The images acquired for NCT and coronary CTA were reconstructed with a slice thickness of 2.5 mm and slice distance of 2.5 mm without overlap. DICOM images were transferred to a research workstation for fat quantification. Users were asked to trace the pericardial contours (15 points at least per boundary) in multi-planar reformat (MPR) planes, corresponding to 2- and 4-chamber views, and short axis (SA) views placed at the ventricular base, at the level of the papillary muscles (mid-ventricular region) and at the level of the apex. Boundaries of the computed surface were shown superimposed on the CT images (Figure 1). During the operation, a spline-interpolated curve was shown allowing the user to evaluate the adherence of provided data with the anatomical boundary. In this way, tracing complete curves was avoided which resulted in time saving without significant loss of accuracy. It was possible to draw additional contours in intermediate slices. It was possible to draw additional contours in intermediate slices. In this study, 3 and 6 SA slices were utilized. Furthermore, the procedure allowed the user to split the cardiac region into left and right zones by tracing an inter-ventricular plane in 2 SA views. The superior portion of the pericardial space above the atrioventricular sulcus that included atria and mediastinal vessels was excluded because the computation was very complex and would have required strong manual intervention.
Epicardial surface was computed by using a method previously developed at our Institution (10) that relies on the properties of spherical harmonics (11), which are able to represent any continuous surface of the sphere. Smooth surfaces, such as the epicardial one, can be represented by a reduced number of the terms in the series, resulting in a light computational load. The combination coefficients were estimated by minimizing the distance between the points of the traced contours and the surface itself.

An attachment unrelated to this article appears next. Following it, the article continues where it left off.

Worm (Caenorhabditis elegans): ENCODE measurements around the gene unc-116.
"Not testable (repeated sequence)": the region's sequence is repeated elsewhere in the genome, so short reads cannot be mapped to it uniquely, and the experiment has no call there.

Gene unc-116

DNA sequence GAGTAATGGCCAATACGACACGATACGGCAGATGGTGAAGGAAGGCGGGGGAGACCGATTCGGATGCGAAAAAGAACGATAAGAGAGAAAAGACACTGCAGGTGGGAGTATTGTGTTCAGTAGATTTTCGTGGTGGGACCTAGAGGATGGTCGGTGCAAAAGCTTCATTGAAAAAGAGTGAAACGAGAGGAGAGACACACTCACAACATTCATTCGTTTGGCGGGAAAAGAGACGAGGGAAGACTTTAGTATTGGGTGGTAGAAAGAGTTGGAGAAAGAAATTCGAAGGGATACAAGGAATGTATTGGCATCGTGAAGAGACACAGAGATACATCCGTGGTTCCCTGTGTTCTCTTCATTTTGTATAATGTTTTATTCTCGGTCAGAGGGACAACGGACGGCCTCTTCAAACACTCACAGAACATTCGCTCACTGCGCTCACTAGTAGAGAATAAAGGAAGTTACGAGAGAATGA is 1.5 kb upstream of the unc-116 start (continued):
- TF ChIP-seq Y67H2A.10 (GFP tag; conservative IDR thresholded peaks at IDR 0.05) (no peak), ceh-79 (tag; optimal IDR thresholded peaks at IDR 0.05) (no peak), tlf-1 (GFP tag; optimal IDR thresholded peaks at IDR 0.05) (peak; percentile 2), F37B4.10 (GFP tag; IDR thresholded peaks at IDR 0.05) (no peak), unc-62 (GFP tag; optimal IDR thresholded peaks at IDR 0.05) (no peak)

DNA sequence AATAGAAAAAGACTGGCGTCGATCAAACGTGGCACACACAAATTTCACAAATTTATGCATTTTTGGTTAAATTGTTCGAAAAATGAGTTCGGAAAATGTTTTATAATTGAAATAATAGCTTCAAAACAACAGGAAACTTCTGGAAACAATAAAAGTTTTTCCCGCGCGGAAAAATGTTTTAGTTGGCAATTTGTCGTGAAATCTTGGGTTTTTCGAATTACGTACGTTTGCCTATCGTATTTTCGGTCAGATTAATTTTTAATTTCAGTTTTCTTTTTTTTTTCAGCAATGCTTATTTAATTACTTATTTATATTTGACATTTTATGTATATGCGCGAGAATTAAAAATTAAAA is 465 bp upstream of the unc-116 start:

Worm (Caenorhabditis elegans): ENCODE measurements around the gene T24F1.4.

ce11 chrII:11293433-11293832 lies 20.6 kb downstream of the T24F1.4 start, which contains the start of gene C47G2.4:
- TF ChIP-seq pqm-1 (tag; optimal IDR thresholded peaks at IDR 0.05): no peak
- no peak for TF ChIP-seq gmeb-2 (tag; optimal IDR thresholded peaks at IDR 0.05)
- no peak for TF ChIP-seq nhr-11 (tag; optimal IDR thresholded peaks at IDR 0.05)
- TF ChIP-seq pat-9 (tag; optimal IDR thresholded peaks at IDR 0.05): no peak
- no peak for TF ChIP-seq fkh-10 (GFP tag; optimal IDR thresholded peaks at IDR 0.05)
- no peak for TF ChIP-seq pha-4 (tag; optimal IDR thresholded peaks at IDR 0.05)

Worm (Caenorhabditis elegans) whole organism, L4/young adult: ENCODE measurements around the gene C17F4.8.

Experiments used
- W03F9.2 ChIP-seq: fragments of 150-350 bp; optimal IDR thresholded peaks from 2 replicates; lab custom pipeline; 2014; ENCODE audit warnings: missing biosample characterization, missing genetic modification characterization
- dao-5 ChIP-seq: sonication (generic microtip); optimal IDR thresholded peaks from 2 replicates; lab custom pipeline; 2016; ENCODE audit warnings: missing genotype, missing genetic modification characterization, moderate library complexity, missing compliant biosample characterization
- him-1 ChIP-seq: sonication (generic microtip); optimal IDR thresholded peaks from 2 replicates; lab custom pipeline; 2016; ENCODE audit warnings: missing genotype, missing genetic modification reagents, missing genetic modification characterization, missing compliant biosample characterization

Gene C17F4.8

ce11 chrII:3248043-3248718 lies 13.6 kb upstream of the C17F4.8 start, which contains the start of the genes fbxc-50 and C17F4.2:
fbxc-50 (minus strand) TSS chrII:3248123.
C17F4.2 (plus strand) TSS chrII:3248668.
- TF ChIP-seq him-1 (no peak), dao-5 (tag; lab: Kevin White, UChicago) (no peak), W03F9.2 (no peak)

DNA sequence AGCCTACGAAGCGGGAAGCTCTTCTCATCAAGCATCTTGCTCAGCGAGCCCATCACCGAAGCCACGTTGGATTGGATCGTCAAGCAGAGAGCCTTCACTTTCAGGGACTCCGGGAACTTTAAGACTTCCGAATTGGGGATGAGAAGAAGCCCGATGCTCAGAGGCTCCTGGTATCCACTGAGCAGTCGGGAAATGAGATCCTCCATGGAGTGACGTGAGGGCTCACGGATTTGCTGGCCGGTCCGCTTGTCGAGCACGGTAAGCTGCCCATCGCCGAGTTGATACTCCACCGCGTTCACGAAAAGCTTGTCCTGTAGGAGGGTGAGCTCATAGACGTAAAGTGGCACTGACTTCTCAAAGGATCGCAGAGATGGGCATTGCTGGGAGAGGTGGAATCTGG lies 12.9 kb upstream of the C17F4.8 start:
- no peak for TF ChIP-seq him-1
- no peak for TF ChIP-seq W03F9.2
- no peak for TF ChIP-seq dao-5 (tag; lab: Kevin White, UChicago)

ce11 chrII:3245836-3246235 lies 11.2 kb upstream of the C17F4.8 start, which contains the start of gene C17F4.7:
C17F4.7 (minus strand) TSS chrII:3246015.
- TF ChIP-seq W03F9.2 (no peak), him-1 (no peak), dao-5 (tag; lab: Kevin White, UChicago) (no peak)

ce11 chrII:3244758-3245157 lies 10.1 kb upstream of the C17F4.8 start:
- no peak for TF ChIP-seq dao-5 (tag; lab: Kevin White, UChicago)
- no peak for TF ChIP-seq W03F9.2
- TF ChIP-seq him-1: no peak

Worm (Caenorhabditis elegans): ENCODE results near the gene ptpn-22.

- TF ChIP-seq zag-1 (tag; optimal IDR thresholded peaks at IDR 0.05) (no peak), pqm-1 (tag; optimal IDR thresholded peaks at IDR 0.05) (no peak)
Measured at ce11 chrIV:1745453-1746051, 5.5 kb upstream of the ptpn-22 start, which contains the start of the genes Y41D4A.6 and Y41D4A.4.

Local manual editing/refinement and re-drawing the boundaries were possible however it was required only in a few cases. EFV was computed from the segmented regions by counting the voxels with a gray level in the range of (−30, −190) HU. This has been validated by previous investigators (12). Results were provided in cubic centimeters (cc). The average gray level and the related standard deviation were also computed.
Experiments were focused to assess the effect of different numbers of SA slices along with the observer variability. Two trained technologists (O1 and O2) having >5 years of experience in cardiac CT and coronary CTA procedures analyzed the images of all patients twice with a time interval between the measurements of at least 2 weeks and with a random order in the presentation of images, with a total of 120 examinations for each operator. The observers were pre-trained to the use of program. In addition, in order to ensure a uniform consensus-based operation, during the training phase, the observers were asked to analyze the traced boundary and the resulting surface.
Statistical analyses were performed using Statplus® software. Observer variability was analyzed by Bland-Altman (BA) method (13). Intra-class correlation (ICC) was also evaluated. Statistical correlations were analyzed by Pearson correlation coefficient.